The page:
It is an uncomfortable reality of Maltese democracy that politicians whose surname begins with an A, B or C enjoy an advantage thanks to the infamous ‘donkey vote’, whereby people vote for party candidates based on the alphabetical order in which they appear on the ballot sheet.
And politicians are so astutely aware of the situation that PL MEP candidate Alex Saliba confirmed that such electoral considerations played a role in his decision to take his new wife’s surname and become Alex Agius Saliba. PN candidate Ryan Mercieca has also taken his wife’s surname to become Ryan Cefai Mercieca but insisted his decision had no political contestations whatsoever, so much so that he will not contest next year’s MEP elections and that no decision has yet been taken with regards the local council elections.
“The decision to take the double barrel surname was a mutual decision based only on today’s realities and the union through our marriage and we are proud of the decision,” he said.
However, all this could soon become a thing of the past after the Nationalist Party formally proposed a ballot sheet revamp to the Electoral Commission.
A PN spokesperson confirmed with Lovin Malta that the party’s delegates had originally proposed the Robson Rotation, a system whereby different sets of ballot sheets are printed, with candidates appearing at different positions in their party list. This system, which as been introduced in Tanzania and parts of Australia, doesn’t eliminate donkey voting per se but is intended to neutralise its effects by giving everyone an equal chance to benefit from it.
However, the PN said the Electoral Commission did not receive its proposal “with much enthusiasm” and that it has therefore suggested an alternative, that of having the names of candidates in an order established by a draw following the closure of the nomination process.
“PN understands this suggestion is still under review and believes that this can be introduced as early as in the upcoming elections in May.”
However, the Labour Party adopted a coy stance when asked by Lovin Malta for their stance on the Robson Rotation and donkey voting, arguing that any changes to the electoral system must be viewed in a holistic manner.
“Future changes to Malta’s electoral system must not be limited to just one aspect,” a PL spokesperson said. “In fact, any discussion on electoral changes must be much broader than the topic mentioned in your questions. Partit Laburista believes that in the coming months the priority must be given to the implementation of necessary changes in order to increase the number of women elected in Parliament, as per government’s electoral mandate.”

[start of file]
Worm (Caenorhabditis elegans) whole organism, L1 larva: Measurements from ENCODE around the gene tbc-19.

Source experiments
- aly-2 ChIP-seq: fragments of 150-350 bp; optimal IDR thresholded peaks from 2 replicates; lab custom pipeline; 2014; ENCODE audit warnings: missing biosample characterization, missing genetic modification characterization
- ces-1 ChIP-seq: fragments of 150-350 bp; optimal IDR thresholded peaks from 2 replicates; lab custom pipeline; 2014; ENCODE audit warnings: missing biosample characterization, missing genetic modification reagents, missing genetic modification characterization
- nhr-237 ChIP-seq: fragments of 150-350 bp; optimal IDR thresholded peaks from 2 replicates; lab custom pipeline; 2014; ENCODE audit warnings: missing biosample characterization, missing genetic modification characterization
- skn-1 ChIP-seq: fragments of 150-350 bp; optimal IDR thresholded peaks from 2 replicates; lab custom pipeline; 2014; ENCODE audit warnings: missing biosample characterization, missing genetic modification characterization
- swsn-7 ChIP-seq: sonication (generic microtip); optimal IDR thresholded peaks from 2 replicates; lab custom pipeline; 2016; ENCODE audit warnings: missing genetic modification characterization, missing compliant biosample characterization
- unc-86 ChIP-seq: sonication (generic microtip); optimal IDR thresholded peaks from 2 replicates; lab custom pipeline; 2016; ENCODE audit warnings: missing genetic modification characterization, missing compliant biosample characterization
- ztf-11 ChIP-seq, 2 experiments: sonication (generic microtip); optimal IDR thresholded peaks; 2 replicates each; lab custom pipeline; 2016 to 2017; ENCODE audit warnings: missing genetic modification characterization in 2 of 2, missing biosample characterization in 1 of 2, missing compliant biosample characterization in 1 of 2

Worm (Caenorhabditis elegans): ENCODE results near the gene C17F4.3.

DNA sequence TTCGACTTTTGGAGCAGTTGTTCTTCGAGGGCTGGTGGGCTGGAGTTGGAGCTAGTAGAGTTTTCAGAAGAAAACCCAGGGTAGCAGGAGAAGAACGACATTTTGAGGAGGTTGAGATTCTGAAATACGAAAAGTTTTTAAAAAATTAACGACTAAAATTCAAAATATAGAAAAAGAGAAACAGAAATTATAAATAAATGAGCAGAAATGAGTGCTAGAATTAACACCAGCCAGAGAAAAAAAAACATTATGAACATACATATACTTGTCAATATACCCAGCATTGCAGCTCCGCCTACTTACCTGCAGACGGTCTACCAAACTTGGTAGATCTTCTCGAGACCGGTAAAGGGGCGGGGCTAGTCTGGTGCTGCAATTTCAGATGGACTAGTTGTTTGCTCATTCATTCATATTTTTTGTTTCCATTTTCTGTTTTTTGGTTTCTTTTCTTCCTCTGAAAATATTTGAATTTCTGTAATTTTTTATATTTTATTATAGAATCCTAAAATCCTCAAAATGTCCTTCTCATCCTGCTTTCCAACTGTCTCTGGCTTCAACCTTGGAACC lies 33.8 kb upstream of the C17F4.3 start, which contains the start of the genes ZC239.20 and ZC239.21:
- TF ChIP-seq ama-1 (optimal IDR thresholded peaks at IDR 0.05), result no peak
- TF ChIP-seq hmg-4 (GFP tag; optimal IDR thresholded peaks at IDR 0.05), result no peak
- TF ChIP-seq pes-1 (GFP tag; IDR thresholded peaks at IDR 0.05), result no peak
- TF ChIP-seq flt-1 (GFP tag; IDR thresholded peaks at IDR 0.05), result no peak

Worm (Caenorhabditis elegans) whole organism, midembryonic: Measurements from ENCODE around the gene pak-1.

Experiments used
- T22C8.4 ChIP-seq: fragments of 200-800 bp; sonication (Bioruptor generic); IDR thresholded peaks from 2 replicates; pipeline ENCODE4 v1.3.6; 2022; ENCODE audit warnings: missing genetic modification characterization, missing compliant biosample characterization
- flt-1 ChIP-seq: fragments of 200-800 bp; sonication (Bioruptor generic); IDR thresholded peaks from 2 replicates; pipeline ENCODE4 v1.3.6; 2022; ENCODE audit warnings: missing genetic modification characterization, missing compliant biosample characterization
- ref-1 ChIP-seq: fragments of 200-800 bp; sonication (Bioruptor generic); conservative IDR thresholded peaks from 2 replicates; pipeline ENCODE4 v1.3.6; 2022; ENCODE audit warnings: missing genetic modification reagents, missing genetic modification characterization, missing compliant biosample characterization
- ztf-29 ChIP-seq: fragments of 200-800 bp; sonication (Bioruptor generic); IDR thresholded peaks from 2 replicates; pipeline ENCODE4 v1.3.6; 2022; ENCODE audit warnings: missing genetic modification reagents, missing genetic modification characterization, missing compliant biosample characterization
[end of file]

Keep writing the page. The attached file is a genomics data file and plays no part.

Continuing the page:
Although he personally stands to benefit from donkey voting, the Partit Demokratiku’s deputy leader Timothy Alden said the PD is in favour of the Robson Rotation.
“Partit Demokratiku considers itself to be the foremost champion for good governance, meritocracy and a healthier democracy for all,” Alden said. “Such a rotation would therefore be very desirable as it would promote the success of the best candidates, rather than bestow unequal advantages to some over others.”
“PD believes that there is no use wasting time in implementing such reforms, and would certainly advocate these be implemented as soon as possible. We will be advocating such changes when the opportunity arises.”
Despite being renowned as a proponent for electoral reform, green party Alternattiva Demokratika said it has no problem with the status quo.
“In AD’s view the alphabetic listing of candidates on the ballot paper coupled with photographs of the candidates is more than adequate,” AD secretary general Ralph Cassar said. “We do not consider that there is any need to change this. We have no problem with donkey voters.”
Next May’s European Parliament and local council elections will be historic from a local perspective as it will be the first time votes will be counted electronically. This system has already proven controversial after the Nationalist Party flagged serious problems and inconsistencies in the machine’s mock tests, including its rejection of 40% of valid votes as ‘dubious’.